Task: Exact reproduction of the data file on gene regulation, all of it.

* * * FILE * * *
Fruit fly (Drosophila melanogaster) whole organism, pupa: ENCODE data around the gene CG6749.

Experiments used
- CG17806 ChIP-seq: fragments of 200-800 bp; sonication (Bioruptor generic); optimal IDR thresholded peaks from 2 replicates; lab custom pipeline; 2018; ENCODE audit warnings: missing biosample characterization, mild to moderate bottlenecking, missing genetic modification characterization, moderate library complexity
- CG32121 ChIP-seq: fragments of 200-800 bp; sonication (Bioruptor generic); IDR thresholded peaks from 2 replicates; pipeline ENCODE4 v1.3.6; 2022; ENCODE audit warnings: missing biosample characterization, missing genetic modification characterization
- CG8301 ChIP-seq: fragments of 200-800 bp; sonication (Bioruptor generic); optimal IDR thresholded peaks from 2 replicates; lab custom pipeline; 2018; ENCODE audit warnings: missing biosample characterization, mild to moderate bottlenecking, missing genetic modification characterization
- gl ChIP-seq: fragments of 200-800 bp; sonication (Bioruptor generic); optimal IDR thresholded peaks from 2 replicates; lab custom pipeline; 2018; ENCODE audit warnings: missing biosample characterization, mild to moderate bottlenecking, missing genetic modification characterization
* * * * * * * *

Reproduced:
Fruit fly (Drosophila melanogaster) whole organism, pupa: ENCODE data around the gene CG6749.

Experiments used
- CG17806 ChIP-seq: fragments of 200-800 bp; sonication (Bioruptor generic); optimal IDR thresholded peaks from 2 replicates; lab custom pipeline; 2018; ENCODE audit warnings: missing biosample characterization, mild to moderate bottlenecking, missing genetic modification characterization, moderate library complexity
- CG32121 ChIP-seq: fragments of 200-800 bp; sonication (Bioruptor generic); IDR thresholded peaks from 2 replicates; pipeline ENCODE4 v1.3.6; 2022; ENCODE audit warnings: missing biosample characterization, missing genetic modification characterization
- CG8301 ChIP-seq: fragments of 200-800 bp; sonication (Bioruptor generic); optimal IDR thresholded peaks from 2 replicates; lab custom pipeline; 2018; ENCODE audit warnings: missing biosample characterization, mild to moderate bottlenecking, missing genetic modification characterization
- gl ChIP-seq: fragments of 200-800 bp; sonication (Bioruptor generic); optimal IDR thresholded peaks from 2 replicates; lab custom pipeline; 2018; ENCODE audit warnings: missing biosample characterization, mild to moderate bottlenecking, missing genetic modification characterization